• Base building lighting improvements. The base building lighting was identified as a significant end-use worthy of further investigation.

These measures are discussed below.

lift enhancements

The key enhancements to the lifts were as follows:

• The lift acceleration rate was lowered while maintaining PCA Premium Grade lift wait times correct for the actual occupancy levels of the building. This measure achieved approximately 25% savings on the high-rise lifts – as well as a more comfortable ride – but did not achieve significant savings in the mid or low-rise lifts.

• The lift manufacturer was approached about opportunities to reduce the significant base-load of energy consumption – around 50% of total lift consumption – that appeared to exist irrespective of lift activity. However, no real progress was made in this area.


• Lift room air conditioning was modified where possible to include an economy cycle. Owing to access issues, this was achieved via heat rejection into a large plant space but without the introduction of outside air.

service reviews

The major areas of service adjustment were as follows: • The deadband for VAVs in the office areas was increased

from 1°C to 1.5°C to 2°C. Interestingly, there was no increase in comfort complaints resulting from this measure.

• A number of excessive service run-ons – where air

conditioning was provided well after the end of occupancy – were eliminated.

• The foyer air conditioning was modified to eliminate

simultaneous heating and cooling, widen deadbands and turn off fan operation in the deadband.

Monitoring and targeting

Sub-metering benchmarks were developed for over 20 different sub-meters based on historical performance. For each of these sub-sub-meters a climate corrected benchmark was defined and a target based on the required percentage reduction. These were then monitored on a detailed basis – sometimes as often as once a week – to check for changes in performance both expected (due to measures undertaken) and unexpected (operational errors and similar).

A benefit of this process was that it was possible to very quickly see how the building was tracking towards its 4.5 star benchmark. Indeed, within a few weeks of the second stage it became obvious that the stage two measures were having a significant impact.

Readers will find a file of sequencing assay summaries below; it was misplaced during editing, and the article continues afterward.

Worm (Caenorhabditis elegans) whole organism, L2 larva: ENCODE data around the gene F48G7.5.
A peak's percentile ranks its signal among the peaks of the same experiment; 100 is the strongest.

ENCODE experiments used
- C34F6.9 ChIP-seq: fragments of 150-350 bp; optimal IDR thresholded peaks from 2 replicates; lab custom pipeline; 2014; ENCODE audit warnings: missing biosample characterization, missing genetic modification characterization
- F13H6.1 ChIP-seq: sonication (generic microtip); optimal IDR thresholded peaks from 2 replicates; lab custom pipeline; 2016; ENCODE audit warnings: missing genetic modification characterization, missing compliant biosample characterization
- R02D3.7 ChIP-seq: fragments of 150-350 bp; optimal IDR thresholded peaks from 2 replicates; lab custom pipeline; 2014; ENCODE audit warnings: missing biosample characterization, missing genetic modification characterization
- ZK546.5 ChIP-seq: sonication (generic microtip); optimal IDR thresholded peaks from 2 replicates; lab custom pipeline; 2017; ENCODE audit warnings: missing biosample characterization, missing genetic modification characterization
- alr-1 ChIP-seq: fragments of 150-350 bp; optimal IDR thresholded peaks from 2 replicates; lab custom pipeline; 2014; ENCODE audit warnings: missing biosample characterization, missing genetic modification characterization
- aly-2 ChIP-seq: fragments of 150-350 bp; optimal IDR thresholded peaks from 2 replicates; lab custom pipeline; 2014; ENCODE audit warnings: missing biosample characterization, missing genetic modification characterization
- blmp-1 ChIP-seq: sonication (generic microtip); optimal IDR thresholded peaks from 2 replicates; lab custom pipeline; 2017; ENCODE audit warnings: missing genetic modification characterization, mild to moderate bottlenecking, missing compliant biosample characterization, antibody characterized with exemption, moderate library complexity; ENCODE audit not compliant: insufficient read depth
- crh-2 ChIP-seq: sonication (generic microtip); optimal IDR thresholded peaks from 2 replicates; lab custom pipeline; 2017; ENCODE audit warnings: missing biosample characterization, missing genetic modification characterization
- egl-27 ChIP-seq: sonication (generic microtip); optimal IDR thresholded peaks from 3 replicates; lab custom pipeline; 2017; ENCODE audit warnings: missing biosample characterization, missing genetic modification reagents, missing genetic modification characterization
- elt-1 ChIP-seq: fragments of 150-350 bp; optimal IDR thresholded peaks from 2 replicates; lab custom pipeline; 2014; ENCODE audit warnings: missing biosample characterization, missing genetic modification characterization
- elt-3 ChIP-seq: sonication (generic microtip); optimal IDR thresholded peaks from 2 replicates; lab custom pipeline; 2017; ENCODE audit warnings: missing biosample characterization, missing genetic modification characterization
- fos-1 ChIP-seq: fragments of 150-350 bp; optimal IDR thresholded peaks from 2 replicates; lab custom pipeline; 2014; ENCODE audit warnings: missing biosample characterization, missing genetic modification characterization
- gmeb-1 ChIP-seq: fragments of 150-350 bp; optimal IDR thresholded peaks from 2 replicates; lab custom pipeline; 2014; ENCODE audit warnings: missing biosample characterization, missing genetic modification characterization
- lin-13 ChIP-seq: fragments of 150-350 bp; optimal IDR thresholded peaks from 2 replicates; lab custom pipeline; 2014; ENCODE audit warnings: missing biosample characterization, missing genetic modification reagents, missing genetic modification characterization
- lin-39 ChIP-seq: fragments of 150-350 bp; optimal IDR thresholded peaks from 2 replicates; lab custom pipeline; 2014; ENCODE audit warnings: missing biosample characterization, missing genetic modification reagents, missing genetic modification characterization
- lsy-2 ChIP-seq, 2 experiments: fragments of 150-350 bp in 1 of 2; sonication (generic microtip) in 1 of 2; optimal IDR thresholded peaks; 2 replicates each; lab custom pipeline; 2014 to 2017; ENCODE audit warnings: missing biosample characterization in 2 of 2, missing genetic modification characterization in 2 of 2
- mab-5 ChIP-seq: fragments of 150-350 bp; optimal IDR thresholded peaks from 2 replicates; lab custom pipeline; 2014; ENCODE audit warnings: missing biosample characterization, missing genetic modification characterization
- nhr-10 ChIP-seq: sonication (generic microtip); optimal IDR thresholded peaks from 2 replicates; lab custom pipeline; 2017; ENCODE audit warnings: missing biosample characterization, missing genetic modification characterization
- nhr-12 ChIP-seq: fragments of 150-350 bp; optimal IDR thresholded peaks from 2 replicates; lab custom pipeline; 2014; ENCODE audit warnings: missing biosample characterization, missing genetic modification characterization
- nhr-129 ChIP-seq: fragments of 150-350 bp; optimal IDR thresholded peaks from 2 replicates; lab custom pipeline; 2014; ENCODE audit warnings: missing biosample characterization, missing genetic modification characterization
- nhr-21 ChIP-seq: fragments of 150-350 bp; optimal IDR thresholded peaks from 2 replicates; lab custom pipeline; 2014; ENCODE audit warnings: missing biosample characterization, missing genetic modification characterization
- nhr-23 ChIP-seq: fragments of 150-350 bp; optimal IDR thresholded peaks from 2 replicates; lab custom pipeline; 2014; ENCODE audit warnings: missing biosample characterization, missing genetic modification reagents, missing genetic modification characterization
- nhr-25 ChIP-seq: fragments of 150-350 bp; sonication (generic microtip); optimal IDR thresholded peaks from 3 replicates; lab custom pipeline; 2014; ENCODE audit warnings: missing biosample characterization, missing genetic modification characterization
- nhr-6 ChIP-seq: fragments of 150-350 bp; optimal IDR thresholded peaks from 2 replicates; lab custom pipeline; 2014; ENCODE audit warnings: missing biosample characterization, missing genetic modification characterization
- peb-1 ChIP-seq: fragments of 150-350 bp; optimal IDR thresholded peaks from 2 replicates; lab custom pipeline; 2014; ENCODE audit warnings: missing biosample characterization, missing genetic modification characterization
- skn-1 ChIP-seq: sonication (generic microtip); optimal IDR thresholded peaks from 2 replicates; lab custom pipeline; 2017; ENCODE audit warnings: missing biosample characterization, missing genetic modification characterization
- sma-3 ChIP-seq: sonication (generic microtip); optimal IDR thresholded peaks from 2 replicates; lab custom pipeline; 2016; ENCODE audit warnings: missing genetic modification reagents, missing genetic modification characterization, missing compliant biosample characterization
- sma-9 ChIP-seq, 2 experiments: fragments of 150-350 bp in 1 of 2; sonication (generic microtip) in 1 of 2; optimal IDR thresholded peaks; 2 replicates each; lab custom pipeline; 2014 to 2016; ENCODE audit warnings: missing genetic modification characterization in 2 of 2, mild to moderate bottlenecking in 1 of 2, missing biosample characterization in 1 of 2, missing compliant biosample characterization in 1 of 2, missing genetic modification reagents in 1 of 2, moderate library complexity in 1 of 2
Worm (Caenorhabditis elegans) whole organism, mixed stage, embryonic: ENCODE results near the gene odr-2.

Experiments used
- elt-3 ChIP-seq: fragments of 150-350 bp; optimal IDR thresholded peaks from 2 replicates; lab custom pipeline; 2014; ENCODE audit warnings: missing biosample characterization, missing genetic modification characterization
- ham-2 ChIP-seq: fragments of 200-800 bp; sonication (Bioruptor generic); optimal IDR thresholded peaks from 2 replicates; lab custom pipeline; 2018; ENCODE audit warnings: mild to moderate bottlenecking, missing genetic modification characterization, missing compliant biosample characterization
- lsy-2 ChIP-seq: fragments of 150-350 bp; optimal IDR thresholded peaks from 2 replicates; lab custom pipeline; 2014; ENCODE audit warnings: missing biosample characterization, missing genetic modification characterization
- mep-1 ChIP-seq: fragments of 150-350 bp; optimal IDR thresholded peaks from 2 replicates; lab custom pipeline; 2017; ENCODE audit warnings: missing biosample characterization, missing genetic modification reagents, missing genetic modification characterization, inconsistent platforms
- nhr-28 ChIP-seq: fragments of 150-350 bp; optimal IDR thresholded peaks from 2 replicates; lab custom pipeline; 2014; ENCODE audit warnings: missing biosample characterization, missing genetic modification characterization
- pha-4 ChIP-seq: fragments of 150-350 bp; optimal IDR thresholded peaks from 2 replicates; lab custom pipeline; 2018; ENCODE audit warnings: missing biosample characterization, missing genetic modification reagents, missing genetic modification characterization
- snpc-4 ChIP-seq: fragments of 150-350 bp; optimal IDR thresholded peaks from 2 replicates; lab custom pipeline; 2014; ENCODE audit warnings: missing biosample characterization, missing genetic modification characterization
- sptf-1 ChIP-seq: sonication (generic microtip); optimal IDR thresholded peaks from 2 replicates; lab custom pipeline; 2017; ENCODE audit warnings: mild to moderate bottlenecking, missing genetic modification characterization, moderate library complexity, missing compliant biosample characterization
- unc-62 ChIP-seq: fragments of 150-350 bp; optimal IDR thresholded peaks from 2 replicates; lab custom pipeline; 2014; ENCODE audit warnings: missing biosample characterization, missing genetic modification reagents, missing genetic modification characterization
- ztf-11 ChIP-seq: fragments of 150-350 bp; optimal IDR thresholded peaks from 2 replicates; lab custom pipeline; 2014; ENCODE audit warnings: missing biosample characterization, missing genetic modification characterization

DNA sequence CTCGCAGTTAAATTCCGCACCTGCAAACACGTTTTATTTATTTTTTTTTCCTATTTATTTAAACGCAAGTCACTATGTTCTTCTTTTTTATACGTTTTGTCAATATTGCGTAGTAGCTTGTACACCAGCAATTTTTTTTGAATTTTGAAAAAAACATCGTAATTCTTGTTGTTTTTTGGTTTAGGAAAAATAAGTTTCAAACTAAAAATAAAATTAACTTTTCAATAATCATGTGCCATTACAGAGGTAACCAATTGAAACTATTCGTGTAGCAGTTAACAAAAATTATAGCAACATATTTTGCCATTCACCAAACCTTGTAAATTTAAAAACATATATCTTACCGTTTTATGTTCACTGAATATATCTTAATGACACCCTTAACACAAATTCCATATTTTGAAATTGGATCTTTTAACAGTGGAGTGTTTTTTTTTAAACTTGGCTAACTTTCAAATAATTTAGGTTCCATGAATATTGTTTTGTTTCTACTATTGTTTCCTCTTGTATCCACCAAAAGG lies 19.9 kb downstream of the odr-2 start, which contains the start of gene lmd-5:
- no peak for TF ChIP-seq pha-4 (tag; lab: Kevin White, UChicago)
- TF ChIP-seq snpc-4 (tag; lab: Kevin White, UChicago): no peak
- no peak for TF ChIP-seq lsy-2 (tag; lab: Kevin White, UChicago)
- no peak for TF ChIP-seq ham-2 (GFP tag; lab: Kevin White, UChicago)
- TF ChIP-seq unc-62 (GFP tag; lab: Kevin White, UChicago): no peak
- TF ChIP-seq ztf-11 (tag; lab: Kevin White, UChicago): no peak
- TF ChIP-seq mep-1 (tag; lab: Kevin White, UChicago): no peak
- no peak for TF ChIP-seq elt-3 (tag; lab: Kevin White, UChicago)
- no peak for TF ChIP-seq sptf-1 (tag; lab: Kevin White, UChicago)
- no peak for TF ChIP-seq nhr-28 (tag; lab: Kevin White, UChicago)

Two major areas were targeted in lighting works: • The foyer was heavily over-illuminated. A significant

level of delamping was used – with no adverse impact on the aesthetics of the space – to reduce lighting consumption in this area

• Lighting control. It was considered possible that given the level of opportunity identified in the HVAC controls that similar opportunities may exist in the lighting controls. This was confirmed as works progressed and it was found that the considerable capability of the lighting control system was significantly underutilised and largely uncommissioned, resulting in a great deal of spurious operation of lighting.

4. fInAl Result ACHIeVeMent

The building was awarded 4.5 stars NABERS (0 % Greenpower) in March 2010, having been tracking at this rating since October 2009. It has subsequently achieved 4.5 stars in the period to March




• Independent Commissioning Agents

• Commissioning Management

• Air & Water Balancing

• Surveys of Existing Plant & Buildings

• Dilapidation & Performance Reports

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• NEBB Certifi cation

• Preventative Maintenance

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• Independent Commissioning Agents

• Commissioning Management

• Air & Water Balancing

• Surveys of Existing Plant & Buildings

• Dilapidation & Performance Reports

• Retro-Commissioning Existing Buildings

• AS1851 Essential Services Maintenance

• NEBB Certifi cation

• Preventative Maintenance

• Building Pressure Testing

• Pressure Testing: Clean Rooms & Ducting

• International Projects

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2011 (0 % Greenpower) with no further external interventions during this rating period, indicating that the achievement of the rating is stable. Furthermore, for this second rating, the podium building was included, re-integrating the project into its logical whole. The progress towards the 4.5 star target is illustrated graphically in Figure 2. This figure shows the raw emissions and equivalent monthly emissions for the NABERS rating bands. When the building’s yearly consumption reached the level required to achieve the 4.5 star target, the building’s monthly consumption was almost on par with 5 star levels.

lessons learnt

As discussed in the introduction, this project can be considered typical of many buildings of its time – designed before ABGR/NABERS was widely adopted and committed to a superlative performance well before the knowledge of how this performance would be achieved. It is worthwhile to consider the lessons learnt, therefore, as a pointer to other projects. 1. Design review process. The design review process could